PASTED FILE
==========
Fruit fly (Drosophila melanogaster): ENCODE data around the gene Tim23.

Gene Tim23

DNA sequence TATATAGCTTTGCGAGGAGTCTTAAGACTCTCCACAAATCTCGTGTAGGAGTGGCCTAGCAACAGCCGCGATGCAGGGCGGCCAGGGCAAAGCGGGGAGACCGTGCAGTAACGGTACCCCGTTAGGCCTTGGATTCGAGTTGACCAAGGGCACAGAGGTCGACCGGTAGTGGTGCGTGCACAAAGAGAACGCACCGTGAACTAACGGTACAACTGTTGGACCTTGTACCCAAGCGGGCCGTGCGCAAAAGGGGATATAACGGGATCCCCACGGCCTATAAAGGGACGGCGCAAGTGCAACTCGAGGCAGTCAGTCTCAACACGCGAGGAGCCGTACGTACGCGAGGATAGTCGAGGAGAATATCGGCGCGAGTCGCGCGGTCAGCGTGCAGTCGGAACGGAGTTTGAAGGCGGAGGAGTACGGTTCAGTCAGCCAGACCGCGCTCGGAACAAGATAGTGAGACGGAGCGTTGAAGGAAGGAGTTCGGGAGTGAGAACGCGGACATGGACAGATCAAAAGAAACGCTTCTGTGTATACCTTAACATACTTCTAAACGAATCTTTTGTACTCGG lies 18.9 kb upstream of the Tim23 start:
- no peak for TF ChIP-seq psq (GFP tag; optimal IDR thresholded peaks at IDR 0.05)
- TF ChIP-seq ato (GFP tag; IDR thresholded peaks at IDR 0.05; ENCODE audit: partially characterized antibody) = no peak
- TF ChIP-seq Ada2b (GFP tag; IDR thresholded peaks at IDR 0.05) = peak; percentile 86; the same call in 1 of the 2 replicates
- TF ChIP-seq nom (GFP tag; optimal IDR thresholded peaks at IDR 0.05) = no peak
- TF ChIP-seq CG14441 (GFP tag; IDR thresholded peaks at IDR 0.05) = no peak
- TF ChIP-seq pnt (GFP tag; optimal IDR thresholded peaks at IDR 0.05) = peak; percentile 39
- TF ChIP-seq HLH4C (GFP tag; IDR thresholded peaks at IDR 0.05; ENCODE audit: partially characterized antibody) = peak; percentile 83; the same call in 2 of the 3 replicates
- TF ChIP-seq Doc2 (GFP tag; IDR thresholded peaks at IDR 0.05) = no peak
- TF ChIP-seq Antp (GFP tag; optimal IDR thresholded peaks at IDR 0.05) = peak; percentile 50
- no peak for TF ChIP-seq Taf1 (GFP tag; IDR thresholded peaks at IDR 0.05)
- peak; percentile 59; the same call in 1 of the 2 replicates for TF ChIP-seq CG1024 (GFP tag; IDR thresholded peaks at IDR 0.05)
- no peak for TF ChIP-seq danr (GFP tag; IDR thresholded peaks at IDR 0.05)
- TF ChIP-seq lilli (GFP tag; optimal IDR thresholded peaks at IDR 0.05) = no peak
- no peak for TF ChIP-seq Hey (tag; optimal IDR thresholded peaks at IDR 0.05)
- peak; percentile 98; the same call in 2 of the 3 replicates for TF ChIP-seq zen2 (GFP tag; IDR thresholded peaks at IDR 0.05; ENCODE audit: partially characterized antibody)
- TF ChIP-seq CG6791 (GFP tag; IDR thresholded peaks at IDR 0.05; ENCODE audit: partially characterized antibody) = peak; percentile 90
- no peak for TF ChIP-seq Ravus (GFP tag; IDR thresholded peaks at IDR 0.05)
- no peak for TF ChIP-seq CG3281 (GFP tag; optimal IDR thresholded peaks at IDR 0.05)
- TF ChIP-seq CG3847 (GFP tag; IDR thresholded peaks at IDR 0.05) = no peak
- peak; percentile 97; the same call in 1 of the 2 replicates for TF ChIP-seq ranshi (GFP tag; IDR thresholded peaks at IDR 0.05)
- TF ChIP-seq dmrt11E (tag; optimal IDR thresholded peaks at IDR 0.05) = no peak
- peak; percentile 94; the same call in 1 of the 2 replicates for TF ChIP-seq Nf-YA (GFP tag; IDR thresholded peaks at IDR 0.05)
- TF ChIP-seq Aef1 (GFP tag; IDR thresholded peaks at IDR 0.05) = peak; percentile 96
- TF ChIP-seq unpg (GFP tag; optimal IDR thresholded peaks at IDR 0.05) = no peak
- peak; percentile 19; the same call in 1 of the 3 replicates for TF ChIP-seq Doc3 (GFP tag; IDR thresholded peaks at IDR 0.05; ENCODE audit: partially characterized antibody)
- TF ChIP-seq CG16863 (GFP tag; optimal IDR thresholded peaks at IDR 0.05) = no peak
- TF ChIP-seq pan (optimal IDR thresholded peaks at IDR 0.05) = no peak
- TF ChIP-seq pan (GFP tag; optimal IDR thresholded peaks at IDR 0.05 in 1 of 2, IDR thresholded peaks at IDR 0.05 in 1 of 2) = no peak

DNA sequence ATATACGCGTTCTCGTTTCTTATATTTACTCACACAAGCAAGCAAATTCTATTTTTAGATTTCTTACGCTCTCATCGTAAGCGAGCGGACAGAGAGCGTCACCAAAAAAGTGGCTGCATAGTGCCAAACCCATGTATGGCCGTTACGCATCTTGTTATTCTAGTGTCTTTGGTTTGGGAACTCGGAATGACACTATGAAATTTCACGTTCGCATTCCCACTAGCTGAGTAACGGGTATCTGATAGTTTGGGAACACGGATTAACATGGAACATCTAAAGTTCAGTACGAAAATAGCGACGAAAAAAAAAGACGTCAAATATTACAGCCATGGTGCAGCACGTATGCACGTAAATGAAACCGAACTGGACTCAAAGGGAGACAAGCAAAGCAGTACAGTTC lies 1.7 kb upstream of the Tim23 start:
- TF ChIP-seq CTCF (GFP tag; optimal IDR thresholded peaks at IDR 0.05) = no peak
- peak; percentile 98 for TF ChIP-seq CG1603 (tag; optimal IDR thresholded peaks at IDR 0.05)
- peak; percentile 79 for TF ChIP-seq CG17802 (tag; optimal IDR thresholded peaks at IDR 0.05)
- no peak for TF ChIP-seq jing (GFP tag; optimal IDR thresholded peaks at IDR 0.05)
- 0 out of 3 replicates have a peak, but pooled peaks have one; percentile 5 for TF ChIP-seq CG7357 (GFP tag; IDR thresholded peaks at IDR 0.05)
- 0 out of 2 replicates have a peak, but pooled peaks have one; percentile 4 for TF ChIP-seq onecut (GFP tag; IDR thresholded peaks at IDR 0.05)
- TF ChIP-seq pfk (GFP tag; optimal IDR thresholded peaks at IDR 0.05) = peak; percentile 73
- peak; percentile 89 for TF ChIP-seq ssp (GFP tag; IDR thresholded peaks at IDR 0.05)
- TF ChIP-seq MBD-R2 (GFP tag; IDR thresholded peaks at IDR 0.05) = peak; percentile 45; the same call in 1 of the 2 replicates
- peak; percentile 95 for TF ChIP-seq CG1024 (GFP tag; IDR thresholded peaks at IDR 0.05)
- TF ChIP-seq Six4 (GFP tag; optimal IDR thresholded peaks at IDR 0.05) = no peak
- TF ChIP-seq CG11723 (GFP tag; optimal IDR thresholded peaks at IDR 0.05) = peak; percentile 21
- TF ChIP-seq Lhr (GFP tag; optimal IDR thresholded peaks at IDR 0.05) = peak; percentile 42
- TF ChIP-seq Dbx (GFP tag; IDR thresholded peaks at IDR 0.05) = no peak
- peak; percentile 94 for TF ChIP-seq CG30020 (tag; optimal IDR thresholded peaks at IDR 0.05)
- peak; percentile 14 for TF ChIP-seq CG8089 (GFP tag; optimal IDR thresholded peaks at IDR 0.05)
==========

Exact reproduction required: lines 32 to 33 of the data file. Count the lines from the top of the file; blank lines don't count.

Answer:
DNA sequence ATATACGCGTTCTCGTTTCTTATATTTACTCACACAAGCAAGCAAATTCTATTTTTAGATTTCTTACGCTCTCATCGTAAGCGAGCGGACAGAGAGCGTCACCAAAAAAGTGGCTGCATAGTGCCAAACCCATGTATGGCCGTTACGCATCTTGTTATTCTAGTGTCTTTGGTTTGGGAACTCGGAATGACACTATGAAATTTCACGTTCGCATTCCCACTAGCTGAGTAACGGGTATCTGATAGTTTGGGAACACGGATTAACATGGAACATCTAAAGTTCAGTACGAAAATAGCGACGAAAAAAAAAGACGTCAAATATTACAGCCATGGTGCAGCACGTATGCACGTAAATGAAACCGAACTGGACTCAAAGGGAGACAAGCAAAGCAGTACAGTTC lies 1.7 kb upstream of the Tim23 start:
- TF ChIP-seq CTCF (GFP tag; optimal IDR thresholded peaks at IDR 0.05) = no peak